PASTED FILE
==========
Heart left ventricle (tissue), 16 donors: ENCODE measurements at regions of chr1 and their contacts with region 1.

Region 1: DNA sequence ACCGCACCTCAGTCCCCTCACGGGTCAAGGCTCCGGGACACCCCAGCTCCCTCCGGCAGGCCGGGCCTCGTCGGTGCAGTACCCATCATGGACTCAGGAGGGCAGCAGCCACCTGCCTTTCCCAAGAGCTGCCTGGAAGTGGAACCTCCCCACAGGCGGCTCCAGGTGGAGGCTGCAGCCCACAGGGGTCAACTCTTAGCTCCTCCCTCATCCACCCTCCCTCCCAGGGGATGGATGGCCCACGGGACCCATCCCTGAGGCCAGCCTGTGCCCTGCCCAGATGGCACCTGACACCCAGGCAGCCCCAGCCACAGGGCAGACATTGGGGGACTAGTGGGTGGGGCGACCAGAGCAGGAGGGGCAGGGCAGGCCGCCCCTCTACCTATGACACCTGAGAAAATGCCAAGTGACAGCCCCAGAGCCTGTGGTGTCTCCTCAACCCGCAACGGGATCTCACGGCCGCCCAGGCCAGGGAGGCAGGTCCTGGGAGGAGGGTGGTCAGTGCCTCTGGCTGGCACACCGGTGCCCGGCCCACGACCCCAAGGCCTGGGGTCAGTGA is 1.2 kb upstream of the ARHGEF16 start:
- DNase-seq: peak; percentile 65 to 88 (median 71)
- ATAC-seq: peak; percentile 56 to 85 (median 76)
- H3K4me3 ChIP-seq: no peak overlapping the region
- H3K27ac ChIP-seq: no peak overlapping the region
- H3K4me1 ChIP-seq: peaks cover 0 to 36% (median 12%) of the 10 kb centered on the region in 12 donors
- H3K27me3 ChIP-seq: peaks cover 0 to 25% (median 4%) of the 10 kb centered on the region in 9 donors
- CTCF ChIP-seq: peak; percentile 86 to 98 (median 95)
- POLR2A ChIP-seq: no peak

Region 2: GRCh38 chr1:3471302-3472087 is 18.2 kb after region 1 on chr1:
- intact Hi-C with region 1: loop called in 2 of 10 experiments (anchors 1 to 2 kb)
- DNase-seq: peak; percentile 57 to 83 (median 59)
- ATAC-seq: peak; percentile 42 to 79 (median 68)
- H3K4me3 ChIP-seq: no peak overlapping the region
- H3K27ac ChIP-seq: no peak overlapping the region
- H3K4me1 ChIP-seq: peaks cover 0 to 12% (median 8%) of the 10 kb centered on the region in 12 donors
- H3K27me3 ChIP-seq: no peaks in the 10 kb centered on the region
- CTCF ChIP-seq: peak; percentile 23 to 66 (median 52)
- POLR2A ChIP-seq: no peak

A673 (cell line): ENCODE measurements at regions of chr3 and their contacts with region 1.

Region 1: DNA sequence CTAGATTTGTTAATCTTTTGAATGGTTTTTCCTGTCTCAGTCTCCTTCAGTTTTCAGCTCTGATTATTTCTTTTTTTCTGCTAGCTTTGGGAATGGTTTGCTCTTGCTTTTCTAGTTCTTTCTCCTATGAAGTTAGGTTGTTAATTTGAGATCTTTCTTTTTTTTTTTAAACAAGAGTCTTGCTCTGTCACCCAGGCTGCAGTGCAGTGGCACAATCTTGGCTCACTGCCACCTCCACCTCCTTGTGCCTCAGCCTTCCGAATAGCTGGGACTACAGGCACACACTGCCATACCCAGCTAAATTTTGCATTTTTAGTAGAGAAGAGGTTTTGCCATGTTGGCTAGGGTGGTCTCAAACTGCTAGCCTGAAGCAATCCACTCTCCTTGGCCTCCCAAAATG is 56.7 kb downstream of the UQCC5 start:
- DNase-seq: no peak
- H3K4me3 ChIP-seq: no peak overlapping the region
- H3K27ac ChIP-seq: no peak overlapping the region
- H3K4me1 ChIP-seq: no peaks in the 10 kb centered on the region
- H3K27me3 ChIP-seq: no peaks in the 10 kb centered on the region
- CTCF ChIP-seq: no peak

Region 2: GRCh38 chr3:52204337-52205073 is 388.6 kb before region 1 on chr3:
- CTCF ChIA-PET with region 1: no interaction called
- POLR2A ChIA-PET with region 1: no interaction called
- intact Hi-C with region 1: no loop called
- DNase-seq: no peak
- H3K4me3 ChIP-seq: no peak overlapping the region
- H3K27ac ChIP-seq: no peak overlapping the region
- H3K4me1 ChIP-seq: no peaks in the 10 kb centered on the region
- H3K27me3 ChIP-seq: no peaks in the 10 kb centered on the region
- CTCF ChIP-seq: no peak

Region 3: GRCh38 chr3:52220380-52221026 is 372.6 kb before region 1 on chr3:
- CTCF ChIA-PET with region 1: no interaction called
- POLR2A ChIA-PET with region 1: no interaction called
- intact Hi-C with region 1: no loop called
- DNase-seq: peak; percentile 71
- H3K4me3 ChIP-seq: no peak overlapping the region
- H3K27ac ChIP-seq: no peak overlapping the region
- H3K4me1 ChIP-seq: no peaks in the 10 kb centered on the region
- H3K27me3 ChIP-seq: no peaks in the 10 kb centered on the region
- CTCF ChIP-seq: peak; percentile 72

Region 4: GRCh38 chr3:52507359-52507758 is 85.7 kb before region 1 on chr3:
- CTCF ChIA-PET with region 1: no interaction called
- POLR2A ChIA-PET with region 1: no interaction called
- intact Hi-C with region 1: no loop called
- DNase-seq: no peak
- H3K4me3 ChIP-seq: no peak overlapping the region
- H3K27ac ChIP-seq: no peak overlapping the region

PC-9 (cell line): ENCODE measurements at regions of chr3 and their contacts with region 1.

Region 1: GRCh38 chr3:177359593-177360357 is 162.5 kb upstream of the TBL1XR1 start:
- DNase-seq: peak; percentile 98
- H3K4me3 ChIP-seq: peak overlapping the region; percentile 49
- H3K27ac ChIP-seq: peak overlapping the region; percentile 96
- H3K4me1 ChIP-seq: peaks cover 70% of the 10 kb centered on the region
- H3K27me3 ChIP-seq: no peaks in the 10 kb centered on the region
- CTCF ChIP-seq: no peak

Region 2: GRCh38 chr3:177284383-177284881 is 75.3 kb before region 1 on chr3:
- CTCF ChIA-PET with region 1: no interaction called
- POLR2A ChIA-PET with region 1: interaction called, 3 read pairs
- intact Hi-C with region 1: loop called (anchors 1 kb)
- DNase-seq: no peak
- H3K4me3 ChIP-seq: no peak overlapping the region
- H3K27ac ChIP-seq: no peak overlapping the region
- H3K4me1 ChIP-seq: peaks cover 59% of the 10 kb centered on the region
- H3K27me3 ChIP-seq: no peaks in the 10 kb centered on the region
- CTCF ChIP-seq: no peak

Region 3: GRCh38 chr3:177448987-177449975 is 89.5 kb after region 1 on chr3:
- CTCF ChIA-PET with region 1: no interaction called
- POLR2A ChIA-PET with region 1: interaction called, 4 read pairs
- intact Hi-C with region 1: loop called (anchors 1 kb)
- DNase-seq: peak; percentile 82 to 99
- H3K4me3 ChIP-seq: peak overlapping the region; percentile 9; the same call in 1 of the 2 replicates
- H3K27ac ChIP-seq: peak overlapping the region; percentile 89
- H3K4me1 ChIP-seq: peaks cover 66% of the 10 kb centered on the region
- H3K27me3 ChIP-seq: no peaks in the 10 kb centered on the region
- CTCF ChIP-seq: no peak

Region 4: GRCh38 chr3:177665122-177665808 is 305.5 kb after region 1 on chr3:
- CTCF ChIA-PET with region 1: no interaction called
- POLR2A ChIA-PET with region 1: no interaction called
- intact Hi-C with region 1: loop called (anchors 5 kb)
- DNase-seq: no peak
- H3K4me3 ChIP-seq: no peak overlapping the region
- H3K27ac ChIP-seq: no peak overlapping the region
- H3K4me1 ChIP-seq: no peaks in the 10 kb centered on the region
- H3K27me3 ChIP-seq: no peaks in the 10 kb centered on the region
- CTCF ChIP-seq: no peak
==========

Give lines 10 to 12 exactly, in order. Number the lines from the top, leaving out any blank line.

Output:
- POLR2A ChIP-seq: no peak

Region 2: GRCh38 chr1:3471302-3472087 is 18.2 kb after region 1 on chr1:
- intact Hi-C with region 1: loop called in 2 of 10 experiments (anchors 1 to 2 kb)